As I have mentioned before, the little people in this house are greedy, capitalist mongrels. They have figured out the system and know just how to make a buck.

Take for instance, this afternoon, when my new reflectors arrived in the mail (thanks for the recommendation, Nicole!) and I wanted to try them out.

Are these little people willing to help me, simply out of the goodness of their hearts, given that I carried them for nine long months and birthed them into this world?

Oh, hell no. Their cheeky mugs do not come for free.

And even when they're on a paying gig, I sometimes get faces like this:

Determined NOT to have a good time, this stubborn, yet adorable, clone of his father refuses to flash me his winning smile.

Instead, he makes faces like this, hoping I will give up and go away:

I do not go away. I am determined to get my money's worth, so I hold out and wait. Lucky for me, I know his weak spots, and start working on them right away.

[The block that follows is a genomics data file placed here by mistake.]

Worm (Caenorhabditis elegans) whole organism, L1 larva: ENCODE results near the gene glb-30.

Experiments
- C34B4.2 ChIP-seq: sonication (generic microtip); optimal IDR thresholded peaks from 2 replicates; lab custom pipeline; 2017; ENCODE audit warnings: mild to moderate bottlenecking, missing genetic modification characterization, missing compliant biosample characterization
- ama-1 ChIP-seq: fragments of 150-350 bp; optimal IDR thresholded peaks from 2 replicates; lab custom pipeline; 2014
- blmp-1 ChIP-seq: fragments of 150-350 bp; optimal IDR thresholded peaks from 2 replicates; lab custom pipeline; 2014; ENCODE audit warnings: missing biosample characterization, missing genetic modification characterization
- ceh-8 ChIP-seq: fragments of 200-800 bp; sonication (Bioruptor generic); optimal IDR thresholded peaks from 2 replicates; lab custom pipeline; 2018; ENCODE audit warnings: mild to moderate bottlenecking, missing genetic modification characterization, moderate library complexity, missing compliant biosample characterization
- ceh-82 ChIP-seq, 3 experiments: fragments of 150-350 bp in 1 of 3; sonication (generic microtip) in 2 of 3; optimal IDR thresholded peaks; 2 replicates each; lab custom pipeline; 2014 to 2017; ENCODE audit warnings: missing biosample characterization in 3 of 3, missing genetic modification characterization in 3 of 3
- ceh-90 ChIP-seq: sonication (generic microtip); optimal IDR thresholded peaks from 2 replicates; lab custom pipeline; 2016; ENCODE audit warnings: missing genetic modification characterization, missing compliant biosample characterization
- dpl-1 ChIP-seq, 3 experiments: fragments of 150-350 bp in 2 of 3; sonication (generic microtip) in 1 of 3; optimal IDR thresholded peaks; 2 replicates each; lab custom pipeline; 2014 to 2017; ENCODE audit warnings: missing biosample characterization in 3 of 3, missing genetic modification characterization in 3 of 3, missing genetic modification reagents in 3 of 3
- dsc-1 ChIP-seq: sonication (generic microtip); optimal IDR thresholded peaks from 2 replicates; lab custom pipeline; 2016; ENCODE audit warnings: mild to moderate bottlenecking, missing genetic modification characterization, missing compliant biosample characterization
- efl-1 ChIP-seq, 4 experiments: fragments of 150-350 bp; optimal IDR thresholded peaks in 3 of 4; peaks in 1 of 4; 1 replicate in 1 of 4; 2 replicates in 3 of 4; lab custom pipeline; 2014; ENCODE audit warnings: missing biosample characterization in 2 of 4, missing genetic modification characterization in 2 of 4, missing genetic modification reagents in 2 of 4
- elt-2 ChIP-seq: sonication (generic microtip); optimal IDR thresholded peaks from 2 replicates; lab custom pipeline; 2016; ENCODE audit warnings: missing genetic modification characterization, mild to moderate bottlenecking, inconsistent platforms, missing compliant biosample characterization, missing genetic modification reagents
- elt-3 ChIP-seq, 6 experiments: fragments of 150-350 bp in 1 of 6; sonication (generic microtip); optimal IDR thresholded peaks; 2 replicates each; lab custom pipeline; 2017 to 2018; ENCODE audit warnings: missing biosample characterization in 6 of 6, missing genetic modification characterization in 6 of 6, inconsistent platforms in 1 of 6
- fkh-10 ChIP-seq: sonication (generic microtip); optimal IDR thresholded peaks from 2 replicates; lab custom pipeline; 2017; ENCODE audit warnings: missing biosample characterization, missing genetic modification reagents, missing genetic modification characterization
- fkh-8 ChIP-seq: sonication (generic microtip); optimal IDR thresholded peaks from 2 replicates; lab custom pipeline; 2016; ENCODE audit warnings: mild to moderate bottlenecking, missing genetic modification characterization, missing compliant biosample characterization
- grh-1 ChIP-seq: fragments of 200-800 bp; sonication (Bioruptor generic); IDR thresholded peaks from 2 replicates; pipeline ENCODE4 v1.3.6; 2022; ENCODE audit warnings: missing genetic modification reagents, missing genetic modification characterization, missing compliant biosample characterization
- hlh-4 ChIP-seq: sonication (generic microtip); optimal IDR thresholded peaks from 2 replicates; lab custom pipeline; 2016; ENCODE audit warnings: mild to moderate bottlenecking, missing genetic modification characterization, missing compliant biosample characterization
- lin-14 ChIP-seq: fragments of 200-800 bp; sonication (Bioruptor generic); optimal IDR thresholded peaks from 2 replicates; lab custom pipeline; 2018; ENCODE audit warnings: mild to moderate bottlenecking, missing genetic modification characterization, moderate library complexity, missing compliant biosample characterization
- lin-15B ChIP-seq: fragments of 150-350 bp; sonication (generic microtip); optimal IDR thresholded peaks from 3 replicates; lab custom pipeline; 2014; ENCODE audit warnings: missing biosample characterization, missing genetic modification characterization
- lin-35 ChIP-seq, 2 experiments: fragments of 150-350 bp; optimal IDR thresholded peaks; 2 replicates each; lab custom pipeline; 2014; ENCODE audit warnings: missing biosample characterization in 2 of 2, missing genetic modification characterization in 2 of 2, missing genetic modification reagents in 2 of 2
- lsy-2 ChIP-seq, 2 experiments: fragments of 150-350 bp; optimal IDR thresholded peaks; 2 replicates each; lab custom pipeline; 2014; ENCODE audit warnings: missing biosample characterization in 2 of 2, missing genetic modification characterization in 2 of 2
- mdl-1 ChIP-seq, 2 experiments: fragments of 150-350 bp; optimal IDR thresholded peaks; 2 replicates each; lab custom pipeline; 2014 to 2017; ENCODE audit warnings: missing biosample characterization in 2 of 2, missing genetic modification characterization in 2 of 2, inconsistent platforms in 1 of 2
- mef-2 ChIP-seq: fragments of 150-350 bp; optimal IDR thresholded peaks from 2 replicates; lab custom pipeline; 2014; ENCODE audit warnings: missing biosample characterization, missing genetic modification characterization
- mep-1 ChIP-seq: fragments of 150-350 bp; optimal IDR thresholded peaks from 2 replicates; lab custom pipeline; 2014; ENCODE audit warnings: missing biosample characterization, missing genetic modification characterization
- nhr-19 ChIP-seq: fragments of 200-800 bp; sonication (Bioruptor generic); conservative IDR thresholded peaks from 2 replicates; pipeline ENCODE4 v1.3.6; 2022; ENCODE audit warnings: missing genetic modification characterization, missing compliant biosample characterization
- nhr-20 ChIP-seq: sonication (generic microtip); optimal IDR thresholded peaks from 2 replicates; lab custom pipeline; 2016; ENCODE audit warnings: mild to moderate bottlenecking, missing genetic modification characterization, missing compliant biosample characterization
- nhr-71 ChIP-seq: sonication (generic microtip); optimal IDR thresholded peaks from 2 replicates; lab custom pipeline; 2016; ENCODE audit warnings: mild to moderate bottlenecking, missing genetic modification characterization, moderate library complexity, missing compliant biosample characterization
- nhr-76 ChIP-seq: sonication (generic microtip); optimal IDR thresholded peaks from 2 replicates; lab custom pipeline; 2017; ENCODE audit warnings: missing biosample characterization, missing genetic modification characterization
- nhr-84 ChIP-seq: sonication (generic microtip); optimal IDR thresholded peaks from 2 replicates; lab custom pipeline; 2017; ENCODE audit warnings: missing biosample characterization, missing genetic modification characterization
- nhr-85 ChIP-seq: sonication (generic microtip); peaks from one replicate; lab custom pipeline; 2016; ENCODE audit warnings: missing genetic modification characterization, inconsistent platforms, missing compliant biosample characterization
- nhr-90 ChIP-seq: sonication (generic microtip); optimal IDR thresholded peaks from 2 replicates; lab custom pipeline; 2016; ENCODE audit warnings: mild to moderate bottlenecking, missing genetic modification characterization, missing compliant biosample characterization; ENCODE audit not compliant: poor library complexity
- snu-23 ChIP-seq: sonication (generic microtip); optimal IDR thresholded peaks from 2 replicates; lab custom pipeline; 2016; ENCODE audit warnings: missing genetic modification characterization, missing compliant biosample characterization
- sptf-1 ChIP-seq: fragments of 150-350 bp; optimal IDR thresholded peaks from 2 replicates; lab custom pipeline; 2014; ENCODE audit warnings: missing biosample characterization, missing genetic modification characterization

I tell a few jokes. I make fun of myself. I laugh out loud at him. And still he tries his darndest to hold out.

He is getting weaker. You can see that his strategy is failing him.

He wants so desperately to win this battle of wills.

But, eventually, he gives up, and I get what I came for.

There. Was that so painful, you little stinker?

It's a good thing he's so darn cute. Otherwise, we might have given him away long, long ago.

Friday, March 27, 2009

I may need to get a job to pay for all the therapy these kids are going to need someday

Ever have one of those weeks where you feel like you have totally 'effed up most of it? Like maybe you (and your family) would have been better off if you'd just crawled into a hole and stayed there all week?

Here is a small sample of some of the things I 'effed up on this week:
  • Threw out important work papers left on the table by the Husband. They had notes all over them that he needed for an important client meeting. Notes with language and words that were CRITICAL to his work for the client. Oops.
  • Totally blanked on helping in a classroom at school, thereby stressing out one of my children.
  • Threw something in the oven and completely forgot about it until the smoke alarms went off.
  • Forgot to prep my child on a cub scout assignment which left him stammering and embarrassed in front of a room full of people.